India's decision to cancel rare talks with Islamabad was disappointing and "arrogant", Imran Khan said on Saturday, one day after New Delhi accused Pakistan's prime minister of harbouring an "evil agenda".
India pulled the plug on a meeting between its foreign minister and her Pakistani counterpart set for next week on the sidelines of a major United Nations conference, just one day after saying it would go ahead.
The foreign ministry in New Delhi blamed the about-face on recent actions that had revealed Pakistan's "evil agenda" and the "true face" of Khan, who hit back on Twitter on Saturday.
"Disappointed at the arrogant & negative response by India to my call for resumption of the peace dialogue," he wrote.
"However, all my life I have come across small men occupying big offices who do not have the vision to see the larger picture."
New Delhi said it cancelled the talks after the "latest brutal killings of our security personnel by Pakistan-based entities" and the recent release of a series of Pakistani postage stamps "glorifying a terrorist and terrorism".
India did not specify which killings it was referring to in its statement, but earlier this week, an Indian border guard in the disputed territory of Kashmir was killed and his body mutilated.
At least three policemen were then found dead on Friday after being abducted in Indian-administered Kashmir.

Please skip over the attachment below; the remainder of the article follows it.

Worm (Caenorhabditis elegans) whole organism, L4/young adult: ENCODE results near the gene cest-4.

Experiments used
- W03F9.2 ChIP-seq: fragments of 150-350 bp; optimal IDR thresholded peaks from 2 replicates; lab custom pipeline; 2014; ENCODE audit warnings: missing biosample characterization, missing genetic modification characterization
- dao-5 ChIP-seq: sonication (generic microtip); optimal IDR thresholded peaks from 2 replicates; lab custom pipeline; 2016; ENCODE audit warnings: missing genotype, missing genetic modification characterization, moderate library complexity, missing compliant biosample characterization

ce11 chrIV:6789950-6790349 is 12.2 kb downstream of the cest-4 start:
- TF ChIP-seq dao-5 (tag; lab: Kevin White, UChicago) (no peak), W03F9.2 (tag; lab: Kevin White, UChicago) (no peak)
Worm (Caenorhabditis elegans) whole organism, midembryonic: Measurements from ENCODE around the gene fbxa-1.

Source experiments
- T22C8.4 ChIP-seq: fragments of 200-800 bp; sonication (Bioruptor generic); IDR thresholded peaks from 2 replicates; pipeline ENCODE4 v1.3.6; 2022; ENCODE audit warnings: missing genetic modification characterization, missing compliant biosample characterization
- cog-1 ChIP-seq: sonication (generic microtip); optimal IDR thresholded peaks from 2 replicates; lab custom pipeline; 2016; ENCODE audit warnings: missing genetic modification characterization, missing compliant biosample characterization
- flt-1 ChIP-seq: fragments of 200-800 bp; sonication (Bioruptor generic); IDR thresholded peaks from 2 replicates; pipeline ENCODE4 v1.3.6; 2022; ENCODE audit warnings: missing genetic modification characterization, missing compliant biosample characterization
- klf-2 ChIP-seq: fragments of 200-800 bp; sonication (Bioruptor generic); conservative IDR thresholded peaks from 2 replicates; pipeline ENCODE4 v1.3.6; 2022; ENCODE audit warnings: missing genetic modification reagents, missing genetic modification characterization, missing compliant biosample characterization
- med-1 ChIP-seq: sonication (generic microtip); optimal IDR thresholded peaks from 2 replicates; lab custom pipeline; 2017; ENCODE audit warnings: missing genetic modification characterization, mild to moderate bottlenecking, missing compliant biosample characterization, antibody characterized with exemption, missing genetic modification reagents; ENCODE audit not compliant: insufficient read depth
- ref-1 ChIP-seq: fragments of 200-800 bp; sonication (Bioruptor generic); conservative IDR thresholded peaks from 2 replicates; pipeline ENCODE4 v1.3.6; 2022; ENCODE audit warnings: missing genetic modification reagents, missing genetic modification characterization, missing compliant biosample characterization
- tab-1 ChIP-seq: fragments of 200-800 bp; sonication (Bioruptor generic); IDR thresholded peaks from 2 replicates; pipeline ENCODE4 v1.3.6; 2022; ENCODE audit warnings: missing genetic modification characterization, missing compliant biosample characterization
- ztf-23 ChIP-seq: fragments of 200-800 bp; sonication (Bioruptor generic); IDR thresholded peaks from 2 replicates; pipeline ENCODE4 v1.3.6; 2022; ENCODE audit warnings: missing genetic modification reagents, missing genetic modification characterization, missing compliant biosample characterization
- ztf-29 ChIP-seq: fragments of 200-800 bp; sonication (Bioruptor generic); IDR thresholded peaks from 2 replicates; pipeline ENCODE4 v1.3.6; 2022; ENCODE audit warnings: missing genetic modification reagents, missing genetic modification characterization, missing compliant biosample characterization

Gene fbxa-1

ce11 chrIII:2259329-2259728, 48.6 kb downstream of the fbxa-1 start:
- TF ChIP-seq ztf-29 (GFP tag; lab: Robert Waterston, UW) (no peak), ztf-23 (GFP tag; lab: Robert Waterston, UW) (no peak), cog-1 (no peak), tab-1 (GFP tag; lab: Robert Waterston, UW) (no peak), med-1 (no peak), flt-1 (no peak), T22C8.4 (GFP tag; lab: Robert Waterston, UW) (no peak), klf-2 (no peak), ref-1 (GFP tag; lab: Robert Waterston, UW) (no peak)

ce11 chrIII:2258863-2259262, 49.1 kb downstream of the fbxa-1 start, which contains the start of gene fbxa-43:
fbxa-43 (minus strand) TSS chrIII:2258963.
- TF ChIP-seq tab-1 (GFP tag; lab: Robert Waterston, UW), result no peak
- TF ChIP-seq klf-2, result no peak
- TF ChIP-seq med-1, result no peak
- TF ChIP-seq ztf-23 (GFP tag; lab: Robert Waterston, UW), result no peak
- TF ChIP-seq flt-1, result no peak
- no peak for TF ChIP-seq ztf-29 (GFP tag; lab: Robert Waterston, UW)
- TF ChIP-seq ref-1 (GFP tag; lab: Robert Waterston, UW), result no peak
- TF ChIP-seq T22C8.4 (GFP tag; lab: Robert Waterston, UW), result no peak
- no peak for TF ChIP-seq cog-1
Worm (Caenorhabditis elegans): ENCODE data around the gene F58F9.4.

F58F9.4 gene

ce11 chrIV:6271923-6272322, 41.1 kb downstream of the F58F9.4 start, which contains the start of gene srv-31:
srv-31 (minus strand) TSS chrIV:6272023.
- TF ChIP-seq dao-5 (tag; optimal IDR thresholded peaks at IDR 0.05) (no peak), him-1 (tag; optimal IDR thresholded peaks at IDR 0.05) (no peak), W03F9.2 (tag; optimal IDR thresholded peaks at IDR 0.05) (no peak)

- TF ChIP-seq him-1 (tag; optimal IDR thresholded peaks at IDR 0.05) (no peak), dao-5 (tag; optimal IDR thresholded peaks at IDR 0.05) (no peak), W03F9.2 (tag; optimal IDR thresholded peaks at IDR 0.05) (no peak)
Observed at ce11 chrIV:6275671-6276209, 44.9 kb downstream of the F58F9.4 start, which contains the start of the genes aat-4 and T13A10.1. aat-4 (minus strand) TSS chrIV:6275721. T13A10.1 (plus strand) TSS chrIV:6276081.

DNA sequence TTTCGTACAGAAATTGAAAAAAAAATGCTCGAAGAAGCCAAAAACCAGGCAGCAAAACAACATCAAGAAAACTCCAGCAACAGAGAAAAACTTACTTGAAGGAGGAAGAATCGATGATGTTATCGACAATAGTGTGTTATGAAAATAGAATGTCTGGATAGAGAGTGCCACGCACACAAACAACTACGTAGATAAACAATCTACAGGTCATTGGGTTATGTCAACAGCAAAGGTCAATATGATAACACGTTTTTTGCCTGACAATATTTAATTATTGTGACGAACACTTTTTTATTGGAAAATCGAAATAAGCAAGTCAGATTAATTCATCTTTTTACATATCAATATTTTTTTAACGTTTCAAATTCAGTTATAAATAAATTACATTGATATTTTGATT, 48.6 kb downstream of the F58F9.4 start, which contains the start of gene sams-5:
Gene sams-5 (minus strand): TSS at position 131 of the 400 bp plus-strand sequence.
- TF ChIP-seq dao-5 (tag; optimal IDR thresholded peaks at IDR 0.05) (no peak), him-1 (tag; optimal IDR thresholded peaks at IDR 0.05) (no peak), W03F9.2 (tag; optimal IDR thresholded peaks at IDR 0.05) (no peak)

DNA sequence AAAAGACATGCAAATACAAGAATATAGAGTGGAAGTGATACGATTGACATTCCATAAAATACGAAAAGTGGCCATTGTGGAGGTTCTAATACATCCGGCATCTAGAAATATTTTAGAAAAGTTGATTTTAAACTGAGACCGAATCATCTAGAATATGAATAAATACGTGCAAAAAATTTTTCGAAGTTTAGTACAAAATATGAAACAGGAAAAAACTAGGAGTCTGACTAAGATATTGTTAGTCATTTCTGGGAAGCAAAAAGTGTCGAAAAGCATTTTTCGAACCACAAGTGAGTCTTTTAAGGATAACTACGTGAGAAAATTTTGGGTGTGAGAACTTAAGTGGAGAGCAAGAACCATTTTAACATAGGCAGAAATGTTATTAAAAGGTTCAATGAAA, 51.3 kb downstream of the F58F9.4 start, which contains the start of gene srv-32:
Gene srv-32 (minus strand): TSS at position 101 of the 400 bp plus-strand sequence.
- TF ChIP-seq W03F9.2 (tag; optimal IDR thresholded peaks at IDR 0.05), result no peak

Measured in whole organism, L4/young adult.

Pakistan also recently issued postage stamps of Burhan Wani, a charismatic Kashmiri separatist commander killed by Indian troops in July 2016, whose death sparked a wave of violent protests in the territory.
India has long accused Pakistan of arming rebel groups in Kashmir, a Himalayan territory divided between the two countries but claimed in full by both.
In a statement from its foreign office, Pakistan said Friday it had "nothing to do with" the deaths, accusing India of spreading "motivated and malicious propaganda".
The meeting in New York between Indian Foreign Minister Sushma Swaraj and Pakistan's Shah Mehmood Qureshi — on the sidelines of the annual UN General Assembly debate — was only confirmed on Thursday.
It came after Khan wrote to his Indian counterpart Narendra Modi calling for a resumption of talks between the nuclear-armed foes.
High-level talks between India and Pakistan are rare. Indian media described the meeting would have been the first in nearly three years.